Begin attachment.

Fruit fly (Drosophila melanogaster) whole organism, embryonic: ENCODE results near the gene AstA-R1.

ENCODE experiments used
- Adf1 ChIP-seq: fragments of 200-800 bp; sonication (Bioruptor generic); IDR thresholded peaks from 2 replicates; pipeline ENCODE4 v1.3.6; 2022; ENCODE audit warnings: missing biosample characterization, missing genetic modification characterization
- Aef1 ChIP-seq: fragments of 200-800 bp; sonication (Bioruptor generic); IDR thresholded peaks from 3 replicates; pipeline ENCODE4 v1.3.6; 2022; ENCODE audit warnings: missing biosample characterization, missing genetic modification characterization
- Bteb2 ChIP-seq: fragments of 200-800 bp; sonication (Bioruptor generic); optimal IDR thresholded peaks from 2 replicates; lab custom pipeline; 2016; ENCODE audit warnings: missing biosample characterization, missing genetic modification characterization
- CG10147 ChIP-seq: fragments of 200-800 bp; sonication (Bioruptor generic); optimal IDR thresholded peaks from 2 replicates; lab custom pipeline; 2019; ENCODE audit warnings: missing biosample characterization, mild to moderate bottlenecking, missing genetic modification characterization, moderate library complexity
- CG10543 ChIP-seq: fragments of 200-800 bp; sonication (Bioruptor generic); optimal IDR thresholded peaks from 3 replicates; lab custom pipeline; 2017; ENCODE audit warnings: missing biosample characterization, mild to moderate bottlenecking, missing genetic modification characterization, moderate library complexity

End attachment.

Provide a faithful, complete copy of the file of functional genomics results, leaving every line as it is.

Fruit fly (Drosophila melanogaster) whole organism, embryonic: ENCODE results near the gene AstA-R1.

ENCODE experiments used
- Adf1 ChIP-seq: fragments of 200-800 bp; sonication (Bioruptor generic); IDR thresholded peaks from 2 replicates; pipeline ENCODE4 v1.3.6; 2022; ENCODE audit warnings: missing biosample characterization, missing genetic modification characterization
- Aef1 ChIP-seq: fragments of 200-800 bp; sonication (Bioruptor generic); IDR thresholded peaks from 3 replicates; pipeline ENCODE4 v1.3.6; 2022; ENCODE audit warnings: missing biosample characterization, missing genetic modification characterization
- Bteb2 ChIP-seq: fragments of 200-800 bp; sonication (Bioruptor generic); optimal IDR thresholded peaks from 2 replicates; lab custom pipeline; 2016; ENCODE audit warnings: missing biosample characterization, missing genetic modification characterization
- CG10147 ChIP-seq: fragments of 200-800 bp; sonication (Bioruptor generic); optimal IDR thresholded peaks from 2 replicates; lab custom pipeline; 2019; ENCODE audit warnings: missing biosample characterization, mild to moderate bottlenecking, missing genetic modification characterization, moderate library complexity
- CG10543 ChIP-seq: fragments of 200-800 bp; sonication (Bioruptor generic); optimal IDR thresholded peaks from 3 replicates; lab custom pipeline; 2017; ENCODE audit warnings: missing biosample characterization, mild to moderate bottlenecking, missing genetic modification characterization, moderate library complexity